Trade unions can help people who feel 'left behind' by tackling insecure employment says Usdaw

Date: 22 November 2017 Usdaw, the shopworkers’ trade union, is today giving evidence to the House of Lords select committee on citizenship and civic engagement, which is investigating barriers to active citizenship. Presenting the union’s evidence is Fiona Wilson – Usdaw Head of Research and Economics.

Speaking ahead of the select committee session, Fiona Wilson says: “It is an honour to present evidence to the select committee, we are grateful for the invitation. Trade unions are the UK’s largest voluntary movement, encouraging members to become volunteers in their workplaces and communities under the ethos of collectivism.

“There are clear benefits for employers who encourage civic engagement. Modern, progressive companies understand that supporting civic engagement gives staff skills and experiences that are transferable into their work roles, along with increased staff loyalty and morale. Sponsored civic engagement also enhances an employers’ reputation in the community. Unfortunately many employers still see it as a burden and discourage or limit the possible involvement of employees – claiming it limits the flexibility of their staff.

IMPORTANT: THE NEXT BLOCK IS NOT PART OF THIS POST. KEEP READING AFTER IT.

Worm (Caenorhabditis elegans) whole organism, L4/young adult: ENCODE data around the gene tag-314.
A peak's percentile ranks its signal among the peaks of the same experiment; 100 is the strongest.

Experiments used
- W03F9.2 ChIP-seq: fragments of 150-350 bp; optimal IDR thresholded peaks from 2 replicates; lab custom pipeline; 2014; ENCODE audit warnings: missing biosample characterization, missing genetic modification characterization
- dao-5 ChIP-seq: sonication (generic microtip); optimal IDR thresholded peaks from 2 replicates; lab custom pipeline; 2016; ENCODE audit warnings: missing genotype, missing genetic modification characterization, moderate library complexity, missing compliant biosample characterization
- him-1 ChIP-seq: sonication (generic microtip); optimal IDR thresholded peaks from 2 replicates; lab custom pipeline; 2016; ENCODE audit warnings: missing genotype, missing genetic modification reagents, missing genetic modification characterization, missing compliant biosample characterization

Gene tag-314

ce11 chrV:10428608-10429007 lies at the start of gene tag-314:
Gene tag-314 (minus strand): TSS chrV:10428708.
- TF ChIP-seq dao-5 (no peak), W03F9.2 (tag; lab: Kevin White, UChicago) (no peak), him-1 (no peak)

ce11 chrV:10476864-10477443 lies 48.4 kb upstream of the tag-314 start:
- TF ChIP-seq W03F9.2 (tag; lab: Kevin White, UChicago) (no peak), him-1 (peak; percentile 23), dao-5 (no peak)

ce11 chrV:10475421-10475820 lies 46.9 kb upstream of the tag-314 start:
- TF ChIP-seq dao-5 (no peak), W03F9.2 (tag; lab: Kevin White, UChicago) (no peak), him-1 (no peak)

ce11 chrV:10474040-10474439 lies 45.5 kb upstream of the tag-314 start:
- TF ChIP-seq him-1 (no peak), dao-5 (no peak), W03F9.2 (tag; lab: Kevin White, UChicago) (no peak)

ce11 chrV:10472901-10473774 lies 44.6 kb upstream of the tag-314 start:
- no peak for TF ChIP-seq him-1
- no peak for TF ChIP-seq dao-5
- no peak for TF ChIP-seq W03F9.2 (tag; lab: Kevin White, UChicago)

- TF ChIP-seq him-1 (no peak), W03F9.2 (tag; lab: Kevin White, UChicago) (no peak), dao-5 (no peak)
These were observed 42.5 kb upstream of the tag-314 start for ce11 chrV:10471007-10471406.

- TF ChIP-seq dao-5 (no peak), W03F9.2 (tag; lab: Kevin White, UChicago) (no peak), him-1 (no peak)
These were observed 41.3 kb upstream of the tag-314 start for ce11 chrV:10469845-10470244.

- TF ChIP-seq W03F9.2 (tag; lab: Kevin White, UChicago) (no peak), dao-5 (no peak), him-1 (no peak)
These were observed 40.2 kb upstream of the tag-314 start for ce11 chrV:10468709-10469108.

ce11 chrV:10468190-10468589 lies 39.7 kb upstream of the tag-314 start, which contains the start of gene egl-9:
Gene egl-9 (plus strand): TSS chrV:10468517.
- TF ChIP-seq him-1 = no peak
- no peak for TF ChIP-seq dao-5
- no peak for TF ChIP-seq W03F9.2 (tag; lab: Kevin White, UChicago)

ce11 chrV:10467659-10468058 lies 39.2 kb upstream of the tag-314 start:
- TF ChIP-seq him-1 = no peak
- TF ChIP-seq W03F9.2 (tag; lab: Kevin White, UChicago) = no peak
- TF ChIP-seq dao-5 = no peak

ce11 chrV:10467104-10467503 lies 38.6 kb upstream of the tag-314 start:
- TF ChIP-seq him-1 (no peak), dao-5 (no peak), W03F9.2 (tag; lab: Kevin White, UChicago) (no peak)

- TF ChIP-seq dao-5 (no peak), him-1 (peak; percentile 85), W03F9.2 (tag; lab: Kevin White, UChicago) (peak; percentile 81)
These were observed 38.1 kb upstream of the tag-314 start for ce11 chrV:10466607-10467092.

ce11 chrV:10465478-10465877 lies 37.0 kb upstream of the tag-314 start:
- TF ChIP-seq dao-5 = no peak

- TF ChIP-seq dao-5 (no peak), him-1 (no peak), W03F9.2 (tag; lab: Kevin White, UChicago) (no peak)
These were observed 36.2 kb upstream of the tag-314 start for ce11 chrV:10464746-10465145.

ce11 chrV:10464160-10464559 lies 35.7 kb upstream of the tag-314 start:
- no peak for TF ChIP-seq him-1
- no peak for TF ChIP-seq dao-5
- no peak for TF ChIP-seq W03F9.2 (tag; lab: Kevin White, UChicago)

“One of the biggest barriers to active citizenship is insecure, low paid work, particularly where there are no fixed hours to allow people to plan their lives outside of work. This cuts across different groups and is particularly acute for parents and carers and those doing shift work. This could be addressed by the introduction of a right to guaranteed hours, representing the 'normal' hours worked over a 12 week reference period.

“Unions encourage activists to become volunteers in their workplaces and communities. Usdaw provides specialist training for reps and offers courses to members including functional skills and social issues. This gives our members the skills and confidence to become engaged citizens.

“We need the Government to help unions, not hinder our efforts to represent workers. Improving the process of statutory recognition would give employees more of a voice in their workplaces and allow unions to secure voluntary agreements with employers in the interests of a positive working relationship.

“Trade unions are problem solvers not trouble makers and we support, encourage and develop many volunteers to become better engaged in their workplaces and wider communities.”

Notes for editors:

Usdaw (Union of Shop, Distributive and Allied Workers) is the UK's fifth biggest trade union with over 430,000 members. Membership has increased by more than 28% over the last decade. Most Usdaw members work in the retail sector, but the Union also has many members in transport, distribution, food manufacturing, chemicals and other trades.

For Usdaw press releases visit: http://www.usdaw.org.uk/news and you can follow us on Twitter @UsdawUnion

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The official website of the Union of Shop, Distributive and Allied Workers